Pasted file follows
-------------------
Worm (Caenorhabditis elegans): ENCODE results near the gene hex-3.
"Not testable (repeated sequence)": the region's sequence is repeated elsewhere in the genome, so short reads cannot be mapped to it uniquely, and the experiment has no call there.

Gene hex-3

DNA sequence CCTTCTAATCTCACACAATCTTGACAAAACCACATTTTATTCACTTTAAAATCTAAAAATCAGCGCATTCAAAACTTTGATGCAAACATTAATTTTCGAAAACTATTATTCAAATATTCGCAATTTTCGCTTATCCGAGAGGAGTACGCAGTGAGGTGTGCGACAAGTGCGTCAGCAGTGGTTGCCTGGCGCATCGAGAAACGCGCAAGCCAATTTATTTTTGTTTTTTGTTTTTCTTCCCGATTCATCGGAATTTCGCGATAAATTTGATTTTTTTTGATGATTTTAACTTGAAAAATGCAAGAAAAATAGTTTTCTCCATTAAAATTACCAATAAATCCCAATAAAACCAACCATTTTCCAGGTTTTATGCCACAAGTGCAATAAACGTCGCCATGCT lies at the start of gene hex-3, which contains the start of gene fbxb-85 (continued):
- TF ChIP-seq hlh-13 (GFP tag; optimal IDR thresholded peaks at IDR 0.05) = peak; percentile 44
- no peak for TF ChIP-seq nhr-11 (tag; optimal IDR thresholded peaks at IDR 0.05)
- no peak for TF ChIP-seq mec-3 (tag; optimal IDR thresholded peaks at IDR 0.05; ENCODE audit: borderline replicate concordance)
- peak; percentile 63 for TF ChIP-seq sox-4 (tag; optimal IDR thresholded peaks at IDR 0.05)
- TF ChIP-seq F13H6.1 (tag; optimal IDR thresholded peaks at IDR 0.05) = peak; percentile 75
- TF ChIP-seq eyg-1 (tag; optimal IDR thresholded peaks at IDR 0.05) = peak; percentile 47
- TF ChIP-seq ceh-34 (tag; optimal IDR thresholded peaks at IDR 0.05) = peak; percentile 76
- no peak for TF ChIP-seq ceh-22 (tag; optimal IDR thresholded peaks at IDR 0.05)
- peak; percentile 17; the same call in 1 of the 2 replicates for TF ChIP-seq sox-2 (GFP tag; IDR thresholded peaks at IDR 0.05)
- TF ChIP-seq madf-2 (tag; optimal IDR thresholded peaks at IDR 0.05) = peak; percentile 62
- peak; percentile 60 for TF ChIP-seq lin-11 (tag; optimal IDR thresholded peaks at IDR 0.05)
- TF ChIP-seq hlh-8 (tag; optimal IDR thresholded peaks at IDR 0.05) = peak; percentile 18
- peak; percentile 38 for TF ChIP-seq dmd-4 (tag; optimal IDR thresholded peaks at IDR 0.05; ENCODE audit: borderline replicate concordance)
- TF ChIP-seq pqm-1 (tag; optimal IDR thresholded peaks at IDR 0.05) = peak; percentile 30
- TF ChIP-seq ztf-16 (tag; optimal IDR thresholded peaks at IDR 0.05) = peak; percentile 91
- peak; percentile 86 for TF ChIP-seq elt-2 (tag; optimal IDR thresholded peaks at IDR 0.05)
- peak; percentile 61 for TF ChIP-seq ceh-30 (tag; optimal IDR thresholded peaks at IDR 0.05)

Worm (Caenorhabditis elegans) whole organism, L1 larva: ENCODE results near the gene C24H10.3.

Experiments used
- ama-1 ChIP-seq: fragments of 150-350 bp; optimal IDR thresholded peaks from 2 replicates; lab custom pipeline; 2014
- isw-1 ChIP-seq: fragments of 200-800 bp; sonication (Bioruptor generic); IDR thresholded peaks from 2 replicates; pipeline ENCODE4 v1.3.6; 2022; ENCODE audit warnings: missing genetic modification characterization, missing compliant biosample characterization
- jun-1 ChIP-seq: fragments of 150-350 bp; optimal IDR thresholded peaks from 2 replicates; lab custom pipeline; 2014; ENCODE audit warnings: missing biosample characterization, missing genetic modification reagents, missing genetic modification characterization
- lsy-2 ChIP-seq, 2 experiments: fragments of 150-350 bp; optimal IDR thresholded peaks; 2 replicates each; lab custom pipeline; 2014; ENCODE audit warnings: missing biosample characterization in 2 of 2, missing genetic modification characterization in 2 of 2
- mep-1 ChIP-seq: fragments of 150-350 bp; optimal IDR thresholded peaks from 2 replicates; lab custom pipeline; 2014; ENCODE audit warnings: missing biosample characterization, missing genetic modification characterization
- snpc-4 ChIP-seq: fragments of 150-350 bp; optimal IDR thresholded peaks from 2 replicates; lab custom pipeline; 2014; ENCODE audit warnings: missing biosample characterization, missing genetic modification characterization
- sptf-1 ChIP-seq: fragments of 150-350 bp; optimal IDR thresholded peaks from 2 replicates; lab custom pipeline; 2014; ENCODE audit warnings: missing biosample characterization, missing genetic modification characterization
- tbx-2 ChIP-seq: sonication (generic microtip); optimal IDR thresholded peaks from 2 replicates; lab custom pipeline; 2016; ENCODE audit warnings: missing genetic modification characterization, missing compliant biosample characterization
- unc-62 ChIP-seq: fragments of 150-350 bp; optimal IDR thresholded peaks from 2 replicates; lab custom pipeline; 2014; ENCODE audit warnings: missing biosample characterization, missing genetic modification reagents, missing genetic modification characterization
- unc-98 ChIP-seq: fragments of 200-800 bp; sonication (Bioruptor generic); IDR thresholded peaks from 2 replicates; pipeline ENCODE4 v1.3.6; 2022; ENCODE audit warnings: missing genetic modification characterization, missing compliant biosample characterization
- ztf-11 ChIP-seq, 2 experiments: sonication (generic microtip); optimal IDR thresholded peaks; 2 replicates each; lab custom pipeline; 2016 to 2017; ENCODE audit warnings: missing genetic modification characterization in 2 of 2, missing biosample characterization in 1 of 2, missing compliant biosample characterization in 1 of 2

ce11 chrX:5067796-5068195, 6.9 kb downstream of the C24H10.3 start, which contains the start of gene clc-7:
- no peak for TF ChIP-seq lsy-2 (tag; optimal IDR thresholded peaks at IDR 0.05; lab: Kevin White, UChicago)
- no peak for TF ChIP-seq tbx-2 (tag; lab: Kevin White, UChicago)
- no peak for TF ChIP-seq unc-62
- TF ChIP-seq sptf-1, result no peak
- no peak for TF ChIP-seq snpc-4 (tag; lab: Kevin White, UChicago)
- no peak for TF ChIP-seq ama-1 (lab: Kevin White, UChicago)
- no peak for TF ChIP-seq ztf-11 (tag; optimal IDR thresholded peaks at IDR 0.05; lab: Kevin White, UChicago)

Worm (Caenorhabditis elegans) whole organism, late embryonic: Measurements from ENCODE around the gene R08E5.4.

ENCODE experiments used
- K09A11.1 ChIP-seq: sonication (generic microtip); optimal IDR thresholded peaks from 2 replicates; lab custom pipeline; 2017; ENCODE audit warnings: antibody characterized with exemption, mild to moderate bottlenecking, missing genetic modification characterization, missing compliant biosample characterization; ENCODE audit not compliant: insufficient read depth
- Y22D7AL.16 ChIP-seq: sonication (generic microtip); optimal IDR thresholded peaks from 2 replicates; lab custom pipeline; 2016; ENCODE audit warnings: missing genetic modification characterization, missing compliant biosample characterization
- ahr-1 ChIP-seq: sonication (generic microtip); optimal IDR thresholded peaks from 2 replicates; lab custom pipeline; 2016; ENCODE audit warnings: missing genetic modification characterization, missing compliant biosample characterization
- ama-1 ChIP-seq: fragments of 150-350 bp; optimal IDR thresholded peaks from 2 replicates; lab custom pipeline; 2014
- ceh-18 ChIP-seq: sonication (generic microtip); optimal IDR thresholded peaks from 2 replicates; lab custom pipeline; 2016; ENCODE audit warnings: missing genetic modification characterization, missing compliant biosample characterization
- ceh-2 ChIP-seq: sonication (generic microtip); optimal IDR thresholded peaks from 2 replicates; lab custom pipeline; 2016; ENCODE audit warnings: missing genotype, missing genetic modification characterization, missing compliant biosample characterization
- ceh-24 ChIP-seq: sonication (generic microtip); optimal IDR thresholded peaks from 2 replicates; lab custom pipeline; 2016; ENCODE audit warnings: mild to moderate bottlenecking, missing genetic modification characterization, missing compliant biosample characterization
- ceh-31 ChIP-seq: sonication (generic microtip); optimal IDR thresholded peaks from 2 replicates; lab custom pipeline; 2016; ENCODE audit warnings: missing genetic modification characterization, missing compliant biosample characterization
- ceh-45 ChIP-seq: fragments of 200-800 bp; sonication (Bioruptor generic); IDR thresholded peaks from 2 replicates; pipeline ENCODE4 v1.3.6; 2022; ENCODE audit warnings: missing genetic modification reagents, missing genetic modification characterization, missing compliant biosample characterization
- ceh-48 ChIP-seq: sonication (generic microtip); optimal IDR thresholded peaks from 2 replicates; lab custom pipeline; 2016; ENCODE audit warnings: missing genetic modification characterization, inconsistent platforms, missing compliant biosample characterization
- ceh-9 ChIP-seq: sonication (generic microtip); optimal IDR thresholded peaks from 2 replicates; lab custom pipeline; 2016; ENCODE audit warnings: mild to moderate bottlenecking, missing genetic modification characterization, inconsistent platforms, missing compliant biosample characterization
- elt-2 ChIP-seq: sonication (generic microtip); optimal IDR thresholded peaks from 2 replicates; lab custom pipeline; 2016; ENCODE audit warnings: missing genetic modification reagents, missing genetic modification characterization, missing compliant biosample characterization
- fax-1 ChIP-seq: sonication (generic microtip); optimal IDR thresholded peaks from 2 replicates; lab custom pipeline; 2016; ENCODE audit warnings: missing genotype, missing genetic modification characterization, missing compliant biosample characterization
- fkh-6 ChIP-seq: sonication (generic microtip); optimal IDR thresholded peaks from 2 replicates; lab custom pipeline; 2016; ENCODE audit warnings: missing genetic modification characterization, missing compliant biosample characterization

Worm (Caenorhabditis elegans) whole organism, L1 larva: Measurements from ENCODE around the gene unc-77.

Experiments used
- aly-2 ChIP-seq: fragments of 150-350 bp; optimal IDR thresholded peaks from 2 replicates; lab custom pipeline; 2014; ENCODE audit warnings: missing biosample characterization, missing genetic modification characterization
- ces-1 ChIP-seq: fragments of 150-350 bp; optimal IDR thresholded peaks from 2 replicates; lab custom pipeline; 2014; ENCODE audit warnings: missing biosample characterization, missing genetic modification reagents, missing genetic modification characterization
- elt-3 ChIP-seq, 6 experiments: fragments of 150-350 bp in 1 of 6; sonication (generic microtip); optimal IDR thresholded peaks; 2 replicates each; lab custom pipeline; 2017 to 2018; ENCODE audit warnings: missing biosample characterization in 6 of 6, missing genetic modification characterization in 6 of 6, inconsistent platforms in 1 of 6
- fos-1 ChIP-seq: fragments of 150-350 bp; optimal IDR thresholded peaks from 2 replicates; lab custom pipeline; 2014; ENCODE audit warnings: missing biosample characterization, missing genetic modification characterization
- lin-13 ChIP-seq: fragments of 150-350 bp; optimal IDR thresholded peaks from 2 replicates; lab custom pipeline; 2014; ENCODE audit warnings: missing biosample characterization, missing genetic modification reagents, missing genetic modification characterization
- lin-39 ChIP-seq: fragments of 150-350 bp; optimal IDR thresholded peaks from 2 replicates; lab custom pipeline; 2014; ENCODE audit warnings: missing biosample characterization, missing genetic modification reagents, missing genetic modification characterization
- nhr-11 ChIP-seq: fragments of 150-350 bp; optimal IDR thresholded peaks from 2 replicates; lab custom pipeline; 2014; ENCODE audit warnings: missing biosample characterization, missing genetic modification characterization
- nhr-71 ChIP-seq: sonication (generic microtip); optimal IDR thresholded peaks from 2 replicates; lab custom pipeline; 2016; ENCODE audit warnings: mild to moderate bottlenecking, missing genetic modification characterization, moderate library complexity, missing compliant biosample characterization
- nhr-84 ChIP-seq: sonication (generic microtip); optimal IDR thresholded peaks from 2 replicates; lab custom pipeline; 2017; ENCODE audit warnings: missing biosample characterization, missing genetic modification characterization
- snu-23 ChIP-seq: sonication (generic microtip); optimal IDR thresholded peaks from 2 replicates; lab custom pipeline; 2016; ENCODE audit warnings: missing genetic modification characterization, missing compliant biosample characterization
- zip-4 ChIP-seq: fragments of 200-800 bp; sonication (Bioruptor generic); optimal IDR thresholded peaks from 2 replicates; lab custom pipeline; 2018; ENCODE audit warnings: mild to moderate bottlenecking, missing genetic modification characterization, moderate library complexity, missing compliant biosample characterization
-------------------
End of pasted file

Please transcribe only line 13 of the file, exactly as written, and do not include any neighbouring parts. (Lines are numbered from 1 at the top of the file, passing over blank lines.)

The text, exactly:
- peak; percentile 17; the same call in 1 of the 2 replicates for TF ChIP-seq sox-2 (GFP tag; IDR thresholded peaks at IDR 0.05)